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Author Topic: H2 to 2H - what are the options?  (Read 4983 times)

Offline dieter

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H2 to 2H - what are the options?
« on: June 04, 2016, 10:11:31 PM »
After reading several texts about the discrepancy in the energy equilibrium between dissociation of H2 to 2H and recombination of 2H to H2 ( potential COP of 1000 ), by Nicholas Moller, William Lyne (occult ether physics), as well as Irving Langmuir (who desperately tried to explain away the unexplicable yet undeniable energy gain), I became rather interested in the subject matter but soon realized that there isn't much information. Furthermore, since the "1912 paper" of Langmuir there wasn't much research on the subject, until recently. The few information is spread all over in tiny bits, so I hope we can list here the possibilities we got today in order to dissociate molecular hydrogen H2 into atomic hydrogen (2) H1, which burns several times hotter. Of course we want to spent as little energy as possible to dissociate.

We would also prefer materials that are cheap and easily obtainable. And non poisonous.

Langmuir states, dissociation is caused by high temperatures (2000-3000 K). Atomic hydrogen welding was based on this phenomenon. Normal hydrogen was blown trough an electrical arc between 2 Thungsten electrodes. The flame had about 10 to 20 times the energy compared to one without the arc.

"Cold fusion" from Pons/Fleischmann seems to be based in the same principle, although there the process happens within the plasma in the water. In how much dissociation takes place may be hard to measure, which could be the reason why the repeatability of CF OU is often disputed.

Then I read in Lynes' book, Langmuir referred to a method using lead-mercury alloy (lead amalgam) for both electrodes, which produced H1 directly in electrolysis (with O/H seperation trough 2 tubes, one for each electrode, bottom open in the electrolyte. In an other, unreleated document I read gallium was used to substitute mercury in some electrochemical way. So I wonder if a gallium-lead alloy may work. Does anyone of you have any information on that?

Franco also mentioned several methods, including alpha-radiation (radioactive), as well as several methods involving Thungsten electrodes (which I would prefer to avoid for $ reasons). Although, Langmuir also wrote, at least parts of the dissociation must have been caused by exposing H2 to the Surface of Thungsten and not by heat only...

Then there is also the extreme Palladium hydrogen adsorbtion feature, which may somehow be utilized. Maybe let its surface adsorb molecules and then shock the metal with HV pulses, just strong enough that one H atom "dropps off"?

There may also be ways by using other radiation wavelengths, and I guess it would be most effective with frequencies that resonate with the atomic size of the molecules. There may be sweet spots accross the entire spectrum, harmonics  which would shatter the molecule surgically like the high C of an opera singer can smash a wineglass with a standing wave.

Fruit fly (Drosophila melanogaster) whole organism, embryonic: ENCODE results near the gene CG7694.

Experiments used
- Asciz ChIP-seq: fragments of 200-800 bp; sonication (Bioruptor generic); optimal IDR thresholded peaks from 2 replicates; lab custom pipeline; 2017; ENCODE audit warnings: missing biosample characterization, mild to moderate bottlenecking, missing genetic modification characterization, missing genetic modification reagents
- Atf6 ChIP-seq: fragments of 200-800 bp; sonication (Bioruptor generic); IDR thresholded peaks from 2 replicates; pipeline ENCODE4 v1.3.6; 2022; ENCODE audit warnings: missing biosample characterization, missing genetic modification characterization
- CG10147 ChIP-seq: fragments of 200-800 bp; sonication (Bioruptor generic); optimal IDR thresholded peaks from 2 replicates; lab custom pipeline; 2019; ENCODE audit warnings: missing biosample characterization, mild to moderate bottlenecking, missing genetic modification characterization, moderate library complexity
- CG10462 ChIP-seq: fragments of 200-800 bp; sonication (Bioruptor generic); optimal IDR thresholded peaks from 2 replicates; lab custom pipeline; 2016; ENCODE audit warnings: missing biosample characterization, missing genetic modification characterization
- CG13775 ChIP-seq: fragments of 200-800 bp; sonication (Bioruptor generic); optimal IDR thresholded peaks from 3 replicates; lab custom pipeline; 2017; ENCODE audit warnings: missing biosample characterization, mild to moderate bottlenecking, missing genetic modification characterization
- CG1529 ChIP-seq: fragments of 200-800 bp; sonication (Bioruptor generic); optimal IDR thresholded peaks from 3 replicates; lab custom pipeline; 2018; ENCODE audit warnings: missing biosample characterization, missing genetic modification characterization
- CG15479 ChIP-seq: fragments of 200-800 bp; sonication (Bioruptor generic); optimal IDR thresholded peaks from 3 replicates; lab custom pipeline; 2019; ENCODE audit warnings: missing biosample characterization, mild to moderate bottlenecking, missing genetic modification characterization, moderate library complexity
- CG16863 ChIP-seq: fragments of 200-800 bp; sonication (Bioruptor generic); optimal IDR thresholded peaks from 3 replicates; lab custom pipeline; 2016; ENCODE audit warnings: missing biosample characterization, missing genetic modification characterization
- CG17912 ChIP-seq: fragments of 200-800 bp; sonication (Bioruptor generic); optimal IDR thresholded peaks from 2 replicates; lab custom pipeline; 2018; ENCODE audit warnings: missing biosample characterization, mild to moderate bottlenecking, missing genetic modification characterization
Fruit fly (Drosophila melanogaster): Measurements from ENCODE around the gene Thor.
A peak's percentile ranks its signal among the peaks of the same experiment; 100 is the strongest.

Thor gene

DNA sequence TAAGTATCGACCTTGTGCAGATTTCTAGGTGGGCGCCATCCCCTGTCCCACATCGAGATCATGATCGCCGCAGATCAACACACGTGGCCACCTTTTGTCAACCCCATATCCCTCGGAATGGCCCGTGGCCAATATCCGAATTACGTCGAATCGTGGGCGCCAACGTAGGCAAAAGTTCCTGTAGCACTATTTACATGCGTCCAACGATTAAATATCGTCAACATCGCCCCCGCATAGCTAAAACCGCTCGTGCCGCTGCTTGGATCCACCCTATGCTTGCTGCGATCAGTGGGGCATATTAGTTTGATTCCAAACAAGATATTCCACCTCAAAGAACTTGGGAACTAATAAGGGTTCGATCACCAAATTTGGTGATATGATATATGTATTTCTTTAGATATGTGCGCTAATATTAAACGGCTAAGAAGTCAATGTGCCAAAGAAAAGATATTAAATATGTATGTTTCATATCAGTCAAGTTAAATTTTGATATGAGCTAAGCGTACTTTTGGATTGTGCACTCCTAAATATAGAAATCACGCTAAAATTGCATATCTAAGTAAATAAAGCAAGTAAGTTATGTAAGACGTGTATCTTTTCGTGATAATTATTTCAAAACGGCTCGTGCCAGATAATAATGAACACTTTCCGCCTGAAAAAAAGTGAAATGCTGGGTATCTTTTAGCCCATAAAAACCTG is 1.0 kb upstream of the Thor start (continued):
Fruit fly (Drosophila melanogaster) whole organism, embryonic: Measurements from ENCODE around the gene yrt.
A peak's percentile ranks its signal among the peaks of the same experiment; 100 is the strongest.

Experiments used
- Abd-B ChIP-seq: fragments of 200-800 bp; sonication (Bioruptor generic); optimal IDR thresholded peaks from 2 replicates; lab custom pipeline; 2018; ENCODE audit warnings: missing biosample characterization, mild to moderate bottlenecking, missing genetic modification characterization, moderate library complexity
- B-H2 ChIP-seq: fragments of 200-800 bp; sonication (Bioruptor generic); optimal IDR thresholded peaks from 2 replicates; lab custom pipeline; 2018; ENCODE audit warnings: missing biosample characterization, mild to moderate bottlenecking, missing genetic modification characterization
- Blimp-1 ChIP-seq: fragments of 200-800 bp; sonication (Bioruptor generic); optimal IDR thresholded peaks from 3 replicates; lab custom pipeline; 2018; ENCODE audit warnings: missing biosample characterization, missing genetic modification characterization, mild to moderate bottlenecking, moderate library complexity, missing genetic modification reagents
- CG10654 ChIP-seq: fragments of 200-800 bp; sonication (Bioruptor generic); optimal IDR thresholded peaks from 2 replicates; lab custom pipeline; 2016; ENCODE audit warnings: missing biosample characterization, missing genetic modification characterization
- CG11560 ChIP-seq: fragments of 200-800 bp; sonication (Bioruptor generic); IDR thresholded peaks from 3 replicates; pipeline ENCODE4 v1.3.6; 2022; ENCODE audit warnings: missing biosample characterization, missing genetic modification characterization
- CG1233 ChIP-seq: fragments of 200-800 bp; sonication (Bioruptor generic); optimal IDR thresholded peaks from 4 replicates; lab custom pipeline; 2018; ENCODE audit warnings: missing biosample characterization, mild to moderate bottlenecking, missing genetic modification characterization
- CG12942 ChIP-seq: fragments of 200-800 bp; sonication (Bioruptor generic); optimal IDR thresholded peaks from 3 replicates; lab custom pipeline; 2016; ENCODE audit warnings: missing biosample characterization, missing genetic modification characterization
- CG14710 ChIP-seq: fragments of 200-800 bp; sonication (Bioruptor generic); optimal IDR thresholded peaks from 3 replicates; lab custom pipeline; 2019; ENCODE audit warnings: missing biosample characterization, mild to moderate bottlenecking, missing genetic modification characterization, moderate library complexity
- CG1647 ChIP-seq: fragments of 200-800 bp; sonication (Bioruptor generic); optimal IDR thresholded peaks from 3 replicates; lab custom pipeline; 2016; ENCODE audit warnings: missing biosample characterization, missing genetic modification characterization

I've read in Patrick Kellys encyclopedia 500kHz can heat water quickly, which is interesting, corelating with Ainslies 555-heater. And of cource there are the standard microwave oven frequencies at 2.5 GHz if I'm right, bringing Water / H into high stress. Certainly it wouldn't take 1.5 kW to bombard only a thin tube with H2 streaming trough.

So, it would be very helpful if you add to this thread whatever you know about the various options we have right now in the dissociation of H2 into 2* H1.

Thank you

Free Energy | searching for free energy and discussing free energy


Offline pomodoro

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Re: H2 to 2H - what are the options?
« Reply #1 on: June 05, 2016, 05:24:16 AM »
Look up Wood's discharge tube. It seems to be the favorite way to make the stuff.


Offline franco malgarini

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Re: H2 to 2H - what are the options?
« Reply #2 on: June 05, 2016, 08:57:00 AM »
You can use magnets:

Offline dieter

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Re: H2 to 2H - what are the options?
« Reply #3 on: June 07, 2016, 03:27:17 AM »
Thank you very much, the both of you!

I have found some interesting paper titled "characterization of hydrogen dissociation over aluminium-doped zinc oxide..."

Seemingly such surfaces have the ability to seperate hydroxils (O-H +ZnH) from ZnO+H2 which (the O-H) have lower bonds than H-H dimers.

Then I stumbled upon something that is just the sort of thing I love:

Duncan s' Paradox

 https://en.wikipedia.org/wiki/Duncan's_Paradox

and I quote:
Quote
In 2014 Duncan's temperature paradox was experimentally realized, utilizing hydrogen dissociation on high-temperature transition metals (tungsten and rhenium). Ironically, these experiments support the predictions of the paradox and provide laboratory evidence for second law breakdown.[3] These results are corroborated by other experiments that demonstrate anomalous (and differential) levels of hydrogen dissociation on heated transition metals;[4][5][6][7][8] additional theoretical support can be found in the theory of epicatalysis.[9]

Wow. Enjoy.

I'll look into that magnet dissociation thing. Couldn't find much about the Wood s' discharge tube so far. Is that the one inside dehumidifiers?